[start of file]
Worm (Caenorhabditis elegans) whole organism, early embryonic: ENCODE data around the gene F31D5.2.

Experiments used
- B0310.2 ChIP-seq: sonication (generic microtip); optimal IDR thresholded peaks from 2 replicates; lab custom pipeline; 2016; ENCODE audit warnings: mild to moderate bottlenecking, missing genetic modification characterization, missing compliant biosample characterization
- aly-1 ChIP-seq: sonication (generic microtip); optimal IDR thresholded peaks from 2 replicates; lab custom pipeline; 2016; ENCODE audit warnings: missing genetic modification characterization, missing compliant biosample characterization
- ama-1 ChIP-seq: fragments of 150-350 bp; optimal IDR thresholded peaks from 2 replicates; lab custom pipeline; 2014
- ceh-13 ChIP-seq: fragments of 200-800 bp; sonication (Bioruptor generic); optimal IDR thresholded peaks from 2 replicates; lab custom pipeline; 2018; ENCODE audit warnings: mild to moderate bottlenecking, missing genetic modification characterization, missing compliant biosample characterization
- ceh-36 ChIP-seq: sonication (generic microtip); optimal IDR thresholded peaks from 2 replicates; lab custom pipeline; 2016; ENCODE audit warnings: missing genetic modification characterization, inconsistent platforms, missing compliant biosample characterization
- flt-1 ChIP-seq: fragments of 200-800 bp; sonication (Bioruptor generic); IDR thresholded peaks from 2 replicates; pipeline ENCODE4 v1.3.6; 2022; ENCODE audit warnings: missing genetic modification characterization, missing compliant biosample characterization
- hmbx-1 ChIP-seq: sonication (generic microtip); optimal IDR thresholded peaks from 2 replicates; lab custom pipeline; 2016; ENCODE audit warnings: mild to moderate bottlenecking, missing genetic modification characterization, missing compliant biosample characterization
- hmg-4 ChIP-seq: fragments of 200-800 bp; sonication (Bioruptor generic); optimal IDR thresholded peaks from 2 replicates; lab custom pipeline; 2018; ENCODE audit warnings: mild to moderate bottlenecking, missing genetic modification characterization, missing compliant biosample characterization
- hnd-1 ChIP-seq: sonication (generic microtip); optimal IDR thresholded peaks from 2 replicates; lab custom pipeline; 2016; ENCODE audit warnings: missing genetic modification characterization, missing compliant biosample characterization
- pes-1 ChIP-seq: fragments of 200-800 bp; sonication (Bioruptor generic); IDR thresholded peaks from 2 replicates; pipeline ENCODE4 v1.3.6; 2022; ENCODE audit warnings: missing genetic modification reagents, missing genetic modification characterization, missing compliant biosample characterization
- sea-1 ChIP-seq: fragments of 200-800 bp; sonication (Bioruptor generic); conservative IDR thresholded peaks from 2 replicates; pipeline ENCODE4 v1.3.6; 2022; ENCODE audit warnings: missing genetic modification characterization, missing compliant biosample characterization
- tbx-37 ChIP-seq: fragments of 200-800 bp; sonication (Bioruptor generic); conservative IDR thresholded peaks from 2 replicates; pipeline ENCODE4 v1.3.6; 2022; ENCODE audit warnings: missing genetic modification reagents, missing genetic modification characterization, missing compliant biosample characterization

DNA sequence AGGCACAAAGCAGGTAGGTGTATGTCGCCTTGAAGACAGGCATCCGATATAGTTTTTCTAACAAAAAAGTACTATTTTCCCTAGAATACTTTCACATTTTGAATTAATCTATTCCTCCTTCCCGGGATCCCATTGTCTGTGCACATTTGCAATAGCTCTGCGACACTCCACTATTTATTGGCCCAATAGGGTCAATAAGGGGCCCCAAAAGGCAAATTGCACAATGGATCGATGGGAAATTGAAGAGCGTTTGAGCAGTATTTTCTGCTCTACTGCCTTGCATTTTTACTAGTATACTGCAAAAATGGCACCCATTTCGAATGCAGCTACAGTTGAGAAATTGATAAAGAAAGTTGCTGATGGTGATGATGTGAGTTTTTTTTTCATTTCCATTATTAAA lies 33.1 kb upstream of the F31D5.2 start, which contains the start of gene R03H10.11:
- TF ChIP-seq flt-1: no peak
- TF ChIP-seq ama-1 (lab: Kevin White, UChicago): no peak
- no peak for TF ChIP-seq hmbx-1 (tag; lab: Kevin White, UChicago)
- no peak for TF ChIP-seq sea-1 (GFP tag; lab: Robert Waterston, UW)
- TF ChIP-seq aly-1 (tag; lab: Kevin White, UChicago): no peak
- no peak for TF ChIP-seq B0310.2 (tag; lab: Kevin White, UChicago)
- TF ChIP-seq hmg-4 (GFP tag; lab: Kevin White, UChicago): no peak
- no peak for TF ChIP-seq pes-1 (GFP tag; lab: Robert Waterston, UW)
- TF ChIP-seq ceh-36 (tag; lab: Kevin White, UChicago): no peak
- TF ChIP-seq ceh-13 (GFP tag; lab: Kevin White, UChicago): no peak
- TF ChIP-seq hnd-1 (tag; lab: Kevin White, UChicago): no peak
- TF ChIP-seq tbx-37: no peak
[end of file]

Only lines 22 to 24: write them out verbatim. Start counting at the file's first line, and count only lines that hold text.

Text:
- TF ChIP-seq hmg-4 (GFP tag; lab: Kevin White, UChicago): no peak
- no peak for TF ChIP-seq pes-1 (GFP tag; lab: Robert Waterston, UW)
- TF ChIP-seq ceh-36 (tag; lab: Kevin White, UChicago): no peak